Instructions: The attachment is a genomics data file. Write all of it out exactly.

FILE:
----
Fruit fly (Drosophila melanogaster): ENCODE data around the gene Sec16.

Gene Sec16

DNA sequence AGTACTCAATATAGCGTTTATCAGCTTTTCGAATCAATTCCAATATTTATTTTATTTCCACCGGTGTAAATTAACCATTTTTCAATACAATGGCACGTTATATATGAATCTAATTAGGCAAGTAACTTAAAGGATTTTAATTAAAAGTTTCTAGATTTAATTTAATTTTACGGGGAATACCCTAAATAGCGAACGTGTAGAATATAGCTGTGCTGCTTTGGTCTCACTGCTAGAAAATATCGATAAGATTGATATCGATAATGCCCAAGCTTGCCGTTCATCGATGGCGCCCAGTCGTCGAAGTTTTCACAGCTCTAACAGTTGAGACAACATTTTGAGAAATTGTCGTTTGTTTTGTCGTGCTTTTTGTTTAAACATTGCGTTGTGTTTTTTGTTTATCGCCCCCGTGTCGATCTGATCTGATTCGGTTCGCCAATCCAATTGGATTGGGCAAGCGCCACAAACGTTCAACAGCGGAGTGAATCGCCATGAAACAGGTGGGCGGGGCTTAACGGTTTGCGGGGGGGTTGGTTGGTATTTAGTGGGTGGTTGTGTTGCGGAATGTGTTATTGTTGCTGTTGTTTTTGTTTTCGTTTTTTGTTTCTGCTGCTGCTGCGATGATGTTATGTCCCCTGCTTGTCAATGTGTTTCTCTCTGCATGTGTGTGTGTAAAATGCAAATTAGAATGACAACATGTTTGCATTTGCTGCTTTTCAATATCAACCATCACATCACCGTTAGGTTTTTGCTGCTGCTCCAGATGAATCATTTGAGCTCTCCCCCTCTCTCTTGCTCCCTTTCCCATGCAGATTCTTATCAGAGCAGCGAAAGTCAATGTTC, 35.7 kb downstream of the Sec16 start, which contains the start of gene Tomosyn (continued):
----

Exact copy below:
Fruit fly (Drosophila melanogaster): ENCODE data around the gene Sec16.

Gene Sec16

DNA sequence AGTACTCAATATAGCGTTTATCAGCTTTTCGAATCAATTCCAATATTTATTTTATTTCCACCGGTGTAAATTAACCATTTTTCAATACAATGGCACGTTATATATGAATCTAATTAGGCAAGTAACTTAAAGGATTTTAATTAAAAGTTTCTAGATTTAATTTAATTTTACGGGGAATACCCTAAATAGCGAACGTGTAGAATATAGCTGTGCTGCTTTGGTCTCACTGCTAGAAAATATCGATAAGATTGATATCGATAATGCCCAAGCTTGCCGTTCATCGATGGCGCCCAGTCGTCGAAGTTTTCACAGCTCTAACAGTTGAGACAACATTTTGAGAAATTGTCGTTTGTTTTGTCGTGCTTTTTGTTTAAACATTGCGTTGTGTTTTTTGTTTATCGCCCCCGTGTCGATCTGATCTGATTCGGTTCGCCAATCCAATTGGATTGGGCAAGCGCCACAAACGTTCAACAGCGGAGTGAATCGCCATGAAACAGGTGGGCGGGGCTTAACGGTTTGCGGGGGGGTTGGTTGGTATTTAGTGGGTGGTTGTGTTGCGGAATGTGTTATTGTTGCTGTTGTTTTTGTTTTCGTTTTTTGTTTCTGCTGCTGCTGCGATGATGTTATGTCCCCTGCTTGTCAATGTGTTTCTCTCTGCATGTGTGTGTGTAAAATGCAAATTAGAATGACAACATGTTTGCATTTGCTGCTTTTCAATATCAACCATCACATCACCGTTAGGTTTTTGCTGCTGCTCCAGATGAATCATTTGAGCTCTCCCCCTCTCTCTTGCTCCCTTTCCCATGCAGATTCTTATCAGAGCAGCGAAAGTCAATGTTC, 35.7 kb downstream of the Sec16 start, which contains the start of gene Tomosyn (continued):